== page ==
The Picture of the Apartheid Era in J. M Coetzee's 'Life and Time of Michael K'

J. M Coetzee, a white South African writer, invents a sort of history that creates a catharsis in people about issues of Apartheid and South African oppression. His intentions are not to entertain his readers with fictional story of life in South Africa. Instead, he has the intention of giving to his readers a new perspective on the life if certain figures who struggle to overcome the chains that tie them to colonization and the governmental power of the European minority in South Africa. Coetzee’s, Life and Time of Michael K, which fetched a Booker Prize in 1983, tells of a bare-lipped simple gardener, Michael K, trying to run away from the South African war during the apartheid era. His journey started from Cape Town with his ailing mother, who wanted to go back to the more rulal Prince Albert, her girlhood home.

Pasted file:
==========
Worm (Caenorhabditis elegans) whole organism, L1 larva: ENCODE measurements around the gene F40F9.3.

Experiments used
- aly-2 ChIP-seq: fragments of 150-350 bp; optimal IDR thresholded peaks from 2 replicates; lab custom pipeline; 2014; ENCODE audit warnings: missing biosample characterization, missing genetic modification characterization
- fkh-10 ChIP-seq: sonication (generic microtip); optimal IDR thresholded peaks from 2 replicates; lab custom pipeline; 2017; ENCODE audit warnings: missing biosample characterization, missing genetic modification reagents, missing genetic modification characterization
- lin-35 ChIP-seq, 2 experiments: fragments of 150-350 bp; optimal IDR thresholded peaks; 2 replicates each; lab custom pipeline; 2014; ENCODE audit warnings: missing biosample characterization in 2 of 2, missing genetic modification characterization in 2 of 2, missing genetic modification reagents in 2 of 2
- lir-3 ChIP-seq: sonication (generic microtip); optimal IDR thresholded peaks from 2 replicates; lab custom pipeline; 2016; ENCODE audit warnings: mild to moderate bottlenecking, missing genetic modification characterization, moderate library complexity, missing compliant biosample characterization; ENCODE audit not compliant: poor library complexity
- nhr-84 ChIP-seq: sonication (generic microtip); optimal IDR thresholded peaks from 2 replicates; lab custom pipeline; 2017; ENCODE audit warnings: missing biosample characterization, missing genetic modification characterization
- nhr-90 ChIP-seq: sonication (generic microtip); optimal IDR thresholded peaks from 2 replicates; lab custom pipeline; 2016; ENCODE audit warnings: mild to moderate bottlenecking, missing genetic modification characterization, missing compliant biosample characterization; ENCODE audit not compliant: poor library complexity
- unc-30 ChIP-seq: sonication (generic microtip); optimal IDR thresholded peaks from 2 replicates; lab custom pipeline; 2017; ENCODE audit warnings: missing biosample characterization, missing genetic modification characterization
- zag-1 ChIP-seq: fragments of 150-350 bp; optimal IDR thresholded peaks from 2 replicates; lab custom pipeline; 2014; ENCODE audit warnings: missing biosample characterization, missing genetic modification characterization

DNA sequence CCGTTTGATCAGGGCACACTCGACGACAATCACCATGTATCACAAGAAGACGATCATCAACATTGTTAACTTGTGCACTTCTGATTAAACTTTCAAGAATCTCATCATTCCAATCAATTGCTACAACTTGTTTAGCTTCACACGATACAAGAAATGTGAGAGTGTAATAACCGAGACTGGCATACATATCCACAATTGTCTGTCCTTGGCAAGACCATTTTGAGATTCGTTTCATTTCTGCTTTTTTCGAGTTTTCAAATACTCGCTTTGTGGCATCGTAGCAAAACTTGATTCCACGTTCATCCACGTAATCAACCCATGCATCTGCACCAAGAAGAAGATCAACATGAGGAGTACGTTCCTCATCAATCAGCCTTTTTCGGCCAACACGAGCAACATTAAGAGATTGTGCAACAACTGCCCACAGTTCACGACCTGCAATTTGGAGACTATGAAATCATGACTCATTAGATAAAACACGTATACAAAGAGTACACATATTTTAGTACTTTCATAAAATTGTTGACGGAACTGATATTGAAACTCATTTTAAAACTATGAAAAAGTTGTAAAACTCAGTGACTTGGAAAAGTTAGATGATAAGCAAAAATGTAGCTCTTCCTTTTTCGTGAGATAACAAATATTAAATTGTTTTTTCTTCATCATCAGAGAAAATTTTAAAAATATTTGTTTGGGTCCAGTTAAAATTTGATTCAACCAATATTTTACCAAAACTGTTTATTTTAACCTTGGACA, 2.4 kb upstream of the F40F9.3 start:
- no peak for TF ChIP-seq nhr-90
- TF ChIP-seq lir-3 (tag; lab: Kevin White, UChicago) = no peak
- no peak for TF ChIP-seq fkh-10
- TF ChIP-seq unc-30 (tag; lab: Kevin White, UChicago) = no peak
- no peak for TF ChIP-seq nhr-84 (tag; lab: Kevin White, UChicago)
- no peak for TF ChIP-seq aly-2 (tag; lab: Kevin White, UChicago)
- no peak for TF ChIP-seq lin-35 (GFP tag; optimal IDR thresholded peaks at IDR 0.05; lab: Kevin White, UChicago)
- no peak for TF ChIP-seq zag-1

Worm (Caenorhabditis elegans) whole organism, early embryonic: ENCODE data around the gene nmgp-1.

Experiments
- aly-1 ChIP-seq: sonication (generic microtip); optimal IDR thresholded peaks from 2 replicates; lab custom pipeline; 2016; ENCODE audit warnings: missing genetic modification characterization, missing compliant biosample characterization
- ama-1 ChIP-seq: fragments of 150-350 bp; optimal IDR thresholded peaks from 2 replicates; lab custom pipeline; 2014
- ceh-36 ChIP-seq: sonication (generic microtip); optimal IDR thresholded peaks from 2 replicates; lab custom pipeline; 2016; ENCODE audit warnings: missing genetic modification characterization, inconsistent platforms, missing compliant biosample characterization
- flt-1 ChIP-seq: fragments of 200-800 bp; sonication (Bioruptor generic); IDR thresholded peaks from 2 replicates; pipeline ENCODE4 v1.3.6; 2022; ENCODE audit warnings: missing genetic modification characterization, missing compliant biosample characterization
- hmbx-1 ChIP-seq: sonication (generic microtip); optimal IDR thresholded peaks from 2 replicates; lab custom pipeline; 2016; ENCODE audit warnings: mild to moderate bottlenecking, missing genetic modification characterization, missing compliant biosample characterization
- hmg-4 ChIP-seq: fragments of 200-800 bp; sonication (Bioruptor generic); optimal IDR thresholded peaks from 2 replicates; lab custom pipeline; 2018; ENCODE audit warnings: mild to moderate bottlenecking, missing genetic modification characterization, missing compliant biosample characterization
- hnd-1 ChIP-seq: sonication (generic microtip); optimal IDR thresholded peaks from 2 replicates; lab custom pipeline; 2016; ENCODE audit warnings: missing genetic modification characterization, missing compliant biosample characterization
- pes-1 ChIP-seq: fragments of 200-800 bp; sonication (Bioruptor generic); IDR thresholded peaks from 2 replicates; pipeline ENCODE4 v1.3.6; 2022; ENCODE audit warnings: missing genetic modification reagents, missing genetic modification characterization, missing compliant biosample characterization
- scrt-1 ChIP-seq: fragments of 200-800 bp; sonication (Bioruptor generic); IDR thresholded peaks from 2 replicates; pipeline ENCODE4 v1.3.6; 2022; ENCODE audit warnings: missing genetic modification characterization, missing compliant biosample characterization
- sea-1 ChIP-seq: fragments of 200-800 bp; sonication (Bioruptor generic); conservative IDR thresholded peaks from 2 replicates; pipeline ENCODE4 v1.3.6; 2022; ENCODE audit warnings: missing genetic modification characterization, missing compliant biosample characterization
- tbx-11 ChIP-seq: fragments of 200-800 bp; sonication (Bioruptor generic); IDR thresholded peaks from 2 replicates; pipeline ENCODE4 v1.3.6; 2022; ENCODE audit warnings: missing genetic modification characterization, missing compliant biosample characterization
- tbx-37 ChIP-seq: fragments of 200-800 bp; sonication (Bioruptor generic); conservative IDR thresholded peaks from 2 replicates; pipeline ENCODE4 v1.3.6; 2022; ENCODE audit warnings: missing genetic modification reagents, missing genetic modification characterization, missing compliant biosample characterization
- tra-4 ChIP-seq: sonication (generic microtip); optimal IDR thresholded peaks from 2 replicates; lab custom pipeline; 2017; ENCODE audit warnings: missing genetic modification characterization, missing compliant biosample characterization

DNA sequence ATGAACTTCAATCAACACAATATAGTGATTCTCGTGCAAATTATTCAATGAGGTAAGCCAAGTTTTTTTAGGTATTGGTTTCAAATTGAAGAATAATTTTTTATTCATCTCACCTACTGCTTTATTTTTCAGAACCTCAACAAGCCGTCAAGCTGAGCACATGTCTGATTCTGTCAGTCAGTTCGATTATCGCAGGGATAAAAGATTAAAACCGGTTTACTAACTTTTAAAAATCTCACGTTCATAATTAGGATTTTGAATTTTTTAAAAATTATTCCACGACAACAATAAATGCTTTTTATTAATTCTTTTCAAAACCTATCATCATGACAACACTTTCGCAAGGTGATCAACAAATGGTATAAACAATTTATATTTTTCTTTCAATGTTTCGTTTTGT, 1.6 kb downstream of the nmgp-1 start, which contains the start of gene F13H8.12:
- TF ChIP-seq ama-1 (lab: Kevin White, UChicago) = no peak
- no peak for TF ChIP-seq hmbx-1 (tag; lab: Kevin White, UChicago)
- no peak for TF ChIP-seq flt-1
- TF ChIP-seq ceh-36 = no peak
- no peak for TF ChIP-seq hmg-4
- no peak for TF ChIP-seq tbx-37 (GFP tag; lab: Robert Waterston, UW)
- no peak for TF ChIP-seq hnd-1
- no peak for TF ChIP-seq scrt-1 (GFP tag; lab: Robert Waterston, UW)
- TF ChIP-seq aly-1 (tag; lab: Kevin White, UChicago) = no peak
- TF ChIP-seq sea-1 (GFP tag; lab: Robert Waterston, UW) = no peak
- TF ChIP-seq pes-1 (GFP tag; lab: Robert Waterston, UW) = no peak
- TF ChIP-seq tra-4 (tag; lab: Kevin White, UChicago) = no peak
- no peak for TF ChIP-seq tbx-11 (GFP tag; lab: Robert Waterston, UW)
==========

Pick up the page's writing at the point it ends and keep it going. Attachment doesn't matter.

The main setting of the story takes place in apartheid era South Africa, sometime in the 1960’s-1970. The story moves between places such as the urban wasteland of Capetown to the rural town of Prince Albert. During the novel, K travels from Cape Town east, through Paarl Worcester, Touws River and Laingsburg and finally arrives at Prince Albert. At the end of the story K returns to Cape Town. In this geographical are/ he creates necessary atmosphere such as destruction of society, participation, silence and anarchy which are important to explore the intimations of freedom. This atmosphere set an ambiguous story line and gives the reader a sense of liberation.

Loosely based on reality, the author makes the country of South African into a Police State in order to set the story. The military is fighting rebels and all the civilians are caught in the cross fire. A tangle of papers and signatures is needed just to travel around the country.